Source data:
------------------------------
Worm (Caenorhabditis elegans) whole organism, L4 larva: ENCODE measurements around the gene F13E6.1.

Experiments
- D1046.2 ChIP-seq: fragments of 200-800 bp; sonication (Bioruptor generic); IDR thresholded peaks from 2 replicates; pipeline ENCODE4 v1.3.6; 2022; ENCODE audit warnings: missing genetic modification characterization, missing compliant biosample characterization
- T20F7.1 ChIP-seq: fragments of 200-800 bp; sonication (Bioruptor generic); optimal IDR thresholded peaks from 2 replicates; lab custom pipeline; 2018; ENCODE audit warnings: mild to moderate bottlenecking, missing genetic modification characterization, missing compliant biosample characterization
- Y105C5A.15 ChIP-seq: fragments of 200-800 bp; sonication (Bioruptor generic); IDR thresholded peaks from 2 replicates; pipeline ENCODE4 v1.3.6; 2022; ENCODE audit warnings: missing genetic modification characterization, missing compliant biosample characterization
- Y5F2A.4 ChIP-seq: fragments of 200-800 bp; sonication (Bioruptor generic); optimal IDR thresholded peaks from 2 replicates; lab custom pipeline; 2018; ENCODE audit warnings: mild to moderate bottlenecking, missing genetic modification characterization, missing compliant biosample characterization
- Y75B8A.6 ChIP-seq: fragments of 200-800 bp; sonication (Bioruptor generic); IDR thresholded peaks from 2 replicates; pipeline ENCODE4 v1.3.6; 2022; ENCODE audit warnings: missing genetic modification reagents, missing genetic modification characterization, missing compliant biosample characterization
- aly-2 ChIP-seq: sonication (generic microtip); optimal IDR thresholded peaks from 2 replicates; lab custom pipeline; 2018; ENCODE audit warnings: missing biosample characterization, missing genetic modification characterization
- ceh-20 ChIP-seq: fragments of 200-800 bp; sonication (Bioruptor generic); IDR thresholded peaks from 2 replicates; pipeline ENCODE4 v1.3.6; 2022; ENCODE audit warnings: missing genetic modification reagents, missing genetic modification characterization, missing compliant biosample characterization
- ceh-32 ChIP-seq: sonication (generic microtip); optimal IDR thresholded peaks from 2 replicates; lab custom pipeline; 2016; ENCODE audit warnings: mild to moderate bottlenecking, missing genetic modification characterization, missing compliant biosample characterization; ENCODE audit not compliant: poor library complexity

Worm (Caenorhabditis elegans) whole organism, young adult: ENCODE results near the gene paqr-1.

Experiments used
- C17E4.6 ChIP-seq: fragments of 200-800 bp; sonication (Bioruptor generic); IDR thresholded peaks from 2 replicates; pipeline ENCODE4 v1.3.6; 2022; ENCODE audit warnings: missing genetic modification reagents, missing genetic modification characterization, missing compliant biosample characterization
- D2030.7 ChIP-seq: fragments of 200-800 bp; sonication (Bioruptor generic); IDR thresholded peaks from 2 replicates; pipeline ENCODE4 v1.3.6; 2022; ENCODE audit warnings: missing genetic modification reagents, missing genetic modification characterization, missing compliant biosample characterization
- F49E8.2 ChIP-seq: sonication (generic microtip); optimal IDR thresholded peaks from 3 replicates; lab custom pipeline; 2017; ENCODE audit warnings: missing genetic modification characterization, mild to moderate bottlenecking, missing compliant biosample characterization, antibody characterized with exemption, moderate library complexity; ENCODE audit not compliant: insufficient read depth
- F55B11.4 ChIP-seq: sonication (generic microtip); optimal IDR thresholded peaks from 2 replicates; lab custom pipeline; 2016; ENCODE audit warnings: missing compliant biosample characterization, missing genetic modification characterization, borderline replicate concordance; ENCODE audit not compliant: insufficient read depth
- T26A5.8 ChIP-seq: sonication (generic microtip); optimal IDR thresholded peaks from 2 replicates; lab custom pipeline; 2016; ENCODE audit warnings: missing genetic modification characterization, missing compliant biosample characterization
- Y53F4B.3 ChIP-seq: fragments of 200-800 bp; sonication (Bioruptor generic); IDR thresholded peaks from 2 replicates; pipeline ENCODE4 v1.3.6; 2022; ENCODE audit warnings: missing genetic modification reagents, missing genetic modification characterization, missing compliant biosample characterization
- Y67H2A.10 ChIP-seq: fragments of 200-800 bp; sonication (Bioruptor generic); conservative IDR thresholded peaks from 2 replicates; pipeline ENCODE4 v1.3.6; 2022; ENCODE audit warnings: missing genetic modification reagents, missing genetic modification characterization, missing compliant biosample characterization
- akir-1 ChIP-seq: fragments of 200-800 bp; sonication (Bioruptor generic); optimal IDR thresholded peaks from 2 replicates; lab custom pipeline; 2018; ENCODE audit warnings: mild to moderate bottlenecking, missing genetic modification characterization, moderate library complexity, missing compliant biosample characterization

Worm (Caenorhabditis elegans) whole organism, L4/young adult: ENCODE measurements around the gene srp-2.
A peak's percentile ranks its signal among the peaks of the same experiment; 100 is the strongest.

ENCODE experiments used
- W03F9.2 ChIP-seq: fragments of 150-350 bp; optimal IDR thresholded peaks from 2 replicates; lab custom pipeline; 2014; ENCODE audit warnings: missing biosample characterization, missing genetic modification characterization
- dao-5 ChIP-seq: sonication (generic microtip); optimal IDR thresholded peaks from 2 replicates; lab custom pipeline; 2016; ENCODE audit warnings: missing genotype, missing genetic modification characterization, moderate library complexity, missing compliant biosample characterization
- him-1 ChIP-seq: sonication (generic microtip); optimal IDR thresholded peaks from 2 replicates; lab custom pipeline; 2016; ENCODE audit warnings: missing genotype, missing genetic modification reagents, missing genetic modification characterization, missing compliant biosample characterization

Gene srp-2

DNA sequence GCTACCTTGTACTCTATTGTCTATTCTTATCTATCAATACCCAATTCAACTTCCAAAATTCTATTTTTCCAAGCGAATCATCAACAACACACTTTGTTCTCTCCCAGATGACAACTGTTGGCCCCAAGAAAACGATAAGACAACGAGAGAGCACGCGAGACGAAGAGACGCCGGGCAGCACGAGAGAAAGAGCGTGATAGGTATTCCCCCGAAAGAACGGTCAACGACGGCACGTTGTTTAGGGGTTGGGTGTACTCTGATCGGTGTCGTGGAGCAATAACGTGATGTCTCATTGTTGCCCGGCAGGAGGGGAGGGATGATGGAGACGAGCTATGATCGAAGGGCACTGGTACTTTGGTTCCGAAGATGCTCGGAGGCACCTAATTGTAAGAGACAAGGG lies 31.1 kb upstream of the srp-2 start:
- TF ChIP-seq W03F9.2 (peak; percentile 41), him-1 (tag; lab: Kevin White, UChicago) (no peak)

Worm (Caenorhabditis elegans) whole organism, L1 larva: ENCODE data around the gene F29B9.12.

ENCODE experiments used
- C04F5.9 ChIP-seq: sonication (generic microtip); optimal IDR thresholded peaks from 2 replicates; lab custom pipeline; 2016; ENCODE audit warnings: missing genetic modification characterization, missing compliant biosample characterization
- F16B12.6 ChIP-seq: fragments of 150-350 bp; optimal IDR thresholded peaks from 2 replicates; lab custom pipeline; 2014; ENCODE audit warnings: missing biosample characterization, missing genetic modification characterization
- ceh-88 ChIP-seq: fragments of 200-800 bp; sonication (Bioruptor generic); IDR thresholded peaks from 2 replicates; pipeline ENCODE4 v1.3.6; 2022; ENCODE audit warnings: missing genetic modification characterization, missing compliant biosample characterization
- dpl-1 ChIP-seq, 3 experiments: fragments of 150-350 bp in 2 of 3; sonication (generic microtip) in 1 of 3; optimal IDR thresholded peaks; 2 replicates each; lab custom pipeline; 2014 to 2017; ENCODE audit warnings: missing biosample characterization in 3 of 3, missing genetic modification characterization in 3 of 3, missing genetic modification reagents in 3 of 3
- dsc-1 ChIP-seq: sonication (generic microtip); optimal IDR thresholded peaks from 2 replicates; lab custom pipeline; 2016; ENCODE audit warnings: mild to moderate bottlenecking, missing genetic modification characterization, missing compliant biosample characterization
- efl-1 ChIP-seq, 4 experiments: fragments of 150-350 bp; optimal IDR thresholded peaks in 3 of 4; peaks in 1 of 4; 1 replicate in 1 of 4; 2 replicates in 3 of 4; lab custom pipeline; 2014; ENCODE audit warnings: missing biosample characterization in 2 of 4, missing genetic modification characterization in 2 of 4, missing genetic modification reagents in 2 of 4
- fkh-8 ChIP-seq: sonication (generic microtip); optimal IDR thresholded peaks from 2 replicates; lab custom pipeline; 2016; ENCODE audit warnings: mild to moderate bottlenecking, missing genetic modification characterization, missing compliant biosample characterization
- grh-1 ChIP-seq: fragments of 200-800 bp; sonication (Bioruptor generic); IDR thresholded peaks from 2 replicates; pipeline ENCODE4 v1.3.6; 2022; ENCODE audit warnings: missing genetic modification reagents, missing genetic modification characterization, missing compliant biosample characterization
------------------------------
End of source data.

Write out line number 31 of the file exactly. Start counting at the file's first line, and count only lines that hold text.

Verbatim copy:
ENCODE experiments used